The National Aviary is still caring for our flock during this temporary closure.

You can support the National Aviary and the animals in our care during these uncertain times.

Donate to our Emergency Care Efforts today.

The National Aviary is still caring for our flock during this temporary closure.

You can support the National Aviary and the animals in our care during these uncertain times.

Donate to our Emergency Care Efforts today.

Guam Rail

Caring for birds and mammals is still our top priority during these uncertain times. Please consider helping today. Through your donation or membership, we can continue providing for animals at the National Aviary, as well as sustain our educational programming. Join us: we're all in this together:


Guam Rail (Hypotaenidia owstoni)

NOW Critically Endangered!

A small bird (only about eleven inches, nose to tail),  all-but-flightless, endemic to the island of Guam.  Common and widespread in the past, and prior to 2019 considered extinct in the wild, the Guam rail is now considered critically endangered.  Remaining population carefully managed in mainland United States zoos and select breeding facilities on Guam.

The tiny island of Guam was once home to at least 120 species of forest-dwelling birds, 12 of which were found nowhere else in the world.  Then, shortly after the end of WWII, an innocuous Brown Tree Snake stowed away in an ocean-going vessel and found its way onto the island.  Loose in a land filled with animals not evolved to deal with snakes, and lacking any predators to check its own reproduction, the Brown Tree Snake population exploded.  By 1987, the population of Brown Tree Snakes on Guam exceeded 100 snakes per hectare, and nine of the island’s endemic bird species were gone forever.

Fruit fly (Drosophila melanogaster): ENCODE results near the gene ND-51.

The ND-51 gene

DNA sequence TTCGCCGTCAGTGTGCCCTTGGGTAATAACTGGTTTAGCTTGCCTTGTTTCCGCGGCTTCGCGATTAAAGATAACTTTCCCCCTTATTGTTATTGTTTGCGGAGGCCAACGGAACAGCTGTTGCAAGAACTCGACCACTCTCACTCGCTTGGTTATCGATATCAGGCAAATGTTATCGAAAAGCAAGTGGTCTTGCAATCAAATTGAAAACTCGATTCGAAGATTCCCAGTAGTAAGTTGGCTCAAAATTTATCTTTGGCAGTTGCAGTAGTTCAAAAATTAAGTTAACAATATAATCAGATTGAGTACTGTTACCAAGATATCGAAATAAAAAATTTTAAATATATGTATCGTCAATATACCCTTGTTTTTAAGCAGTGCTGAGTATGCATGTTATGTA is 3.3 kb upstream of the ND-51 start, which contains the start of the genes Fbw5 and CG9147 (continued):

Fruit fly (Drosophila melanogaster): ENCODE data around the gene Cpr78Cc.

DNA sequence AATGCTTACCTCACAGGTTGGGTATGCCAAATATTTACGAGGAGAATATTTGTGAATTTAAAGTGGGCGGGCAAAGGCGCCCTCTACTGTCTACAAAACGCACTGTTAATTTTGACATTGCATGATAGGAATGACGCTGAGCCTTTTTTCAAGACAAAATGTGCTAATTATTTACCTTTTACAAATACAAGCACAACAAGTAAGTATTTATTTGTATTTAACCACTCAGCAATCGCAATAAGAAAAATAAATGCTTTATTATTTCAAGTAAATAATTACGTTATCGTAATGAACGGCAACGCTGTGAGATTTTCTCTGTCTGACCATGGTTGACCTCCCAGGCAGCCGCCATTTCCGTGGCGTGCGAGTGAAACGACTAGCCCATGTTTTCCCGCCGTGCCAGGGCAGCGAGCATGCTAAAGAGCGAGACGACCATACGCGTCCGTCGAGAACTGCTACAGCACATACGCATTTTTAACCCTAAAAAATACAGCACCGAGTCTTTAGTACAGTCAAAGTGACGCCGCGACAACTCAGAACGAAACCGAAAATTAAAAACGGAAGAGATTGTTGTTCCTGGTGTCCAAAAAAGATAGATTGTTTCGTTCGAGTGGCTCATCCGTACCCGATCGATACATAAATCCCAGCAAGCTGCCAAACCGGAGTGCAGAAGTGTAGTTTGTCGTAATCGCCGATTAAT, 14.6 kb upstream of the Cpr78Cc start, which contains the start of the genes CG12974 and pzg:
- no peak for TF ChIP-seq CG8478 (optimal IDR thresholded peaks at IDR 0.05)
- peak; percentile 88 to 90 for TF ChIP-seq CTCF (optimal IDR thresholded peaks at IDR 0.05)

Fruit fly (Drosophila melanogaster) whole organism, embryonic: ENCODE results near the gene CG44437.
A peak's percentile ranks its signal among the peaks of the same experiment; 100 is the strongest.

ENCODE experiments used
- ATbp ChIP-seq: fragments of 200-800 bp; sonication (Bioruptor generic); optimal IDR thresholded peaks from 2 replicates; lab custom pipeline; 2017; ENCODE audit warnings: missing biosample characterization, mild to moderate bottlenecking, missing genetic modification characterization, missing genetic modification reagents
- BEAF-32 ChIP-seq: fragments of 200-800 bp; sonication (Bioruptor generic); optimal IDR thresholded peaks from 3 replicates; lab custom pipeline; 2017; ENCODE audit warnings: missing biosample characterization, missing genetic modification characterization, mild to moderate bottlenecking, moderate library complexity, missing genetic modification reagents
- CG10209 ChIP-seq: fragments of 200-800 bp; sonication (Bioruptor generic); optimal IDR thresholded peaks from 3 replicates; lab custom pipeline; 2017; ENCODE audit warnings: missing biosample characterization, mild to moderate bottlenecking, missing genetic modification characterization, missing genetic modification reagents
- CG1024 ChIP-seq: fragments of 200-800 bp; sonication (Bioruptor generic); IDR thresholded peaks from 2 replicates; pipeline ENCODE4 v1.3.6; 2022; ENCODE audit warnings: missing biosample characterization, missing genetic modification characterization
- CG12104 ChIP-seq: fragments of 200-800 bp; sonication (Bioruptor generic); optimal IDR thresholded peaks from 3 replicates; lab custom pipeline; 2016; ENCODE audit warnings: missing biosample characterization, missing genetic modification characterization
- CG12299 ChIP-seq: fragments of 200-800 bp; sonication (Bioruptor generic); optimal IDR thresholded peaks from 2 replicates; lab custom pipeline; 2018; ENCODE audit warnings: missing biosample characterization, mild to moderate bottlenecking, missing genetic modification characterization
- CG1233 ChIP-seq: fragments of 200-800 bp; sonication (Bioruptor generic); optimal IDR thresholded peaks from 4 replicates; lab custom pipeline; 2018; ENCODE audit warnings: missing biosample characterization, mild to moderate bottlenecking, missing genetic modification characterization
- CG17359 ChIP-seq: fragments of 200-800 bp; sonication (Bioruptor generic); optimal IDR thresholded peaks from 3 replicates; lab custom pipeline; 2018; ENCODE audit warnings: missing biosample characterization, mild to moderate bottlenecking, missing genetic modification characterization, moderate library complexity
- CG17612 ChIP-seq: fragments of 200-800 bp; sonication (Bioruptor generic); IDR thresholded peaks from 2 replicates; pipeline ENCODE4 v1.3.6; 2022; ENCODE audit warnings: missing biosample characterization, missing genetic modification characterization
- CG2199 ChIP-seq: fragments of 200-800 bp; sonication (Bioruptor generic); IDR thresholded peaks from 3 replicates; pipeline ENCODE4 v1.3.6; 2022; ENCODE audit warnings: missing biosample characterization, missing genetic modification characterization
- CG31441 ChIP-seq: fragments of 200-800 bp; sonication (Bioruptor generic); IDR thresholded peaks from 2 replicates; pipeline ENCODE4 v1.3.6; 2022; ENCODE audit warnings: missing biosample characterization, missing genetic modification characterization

Biologists at the Guam Department of Agriculture realized that drastic action was needed if they were going to save what was left of Guam’s native birdlife.  They initiated an unprecedented intervention.  The last of the wild birds on Guam were transported to protected breeding areas on Guam and to zoos in the United States. The National Aviary in Pittsburgh was one of three zoos trusted with breeding pairs of Guam Rails with which to rebuild this threatened population.  A mere 21 Guam Rails were all that kept this species from extinction.

Since then, the National Aviary has led the way in Guam Rail breeding and husbandry, contributing more than 60 birds to the worldwide population, more than half of which have been returned to Guam. The National Aviary has sent more Guam Rails into wild habitats than any other North American zoo. These Pittsburgh-hatched chicks have been among the nearly 200 individuals released on the neighboring islands of Rota and Cocos, where-without the presence of the Brown Tree Snake-it is hoped that the Guam Rails will flourish. Many of the birds that make up these small but thriving populations came from the National Aviary, and helped create the vital genetic reservoir from which the land of Guam will be re-populated.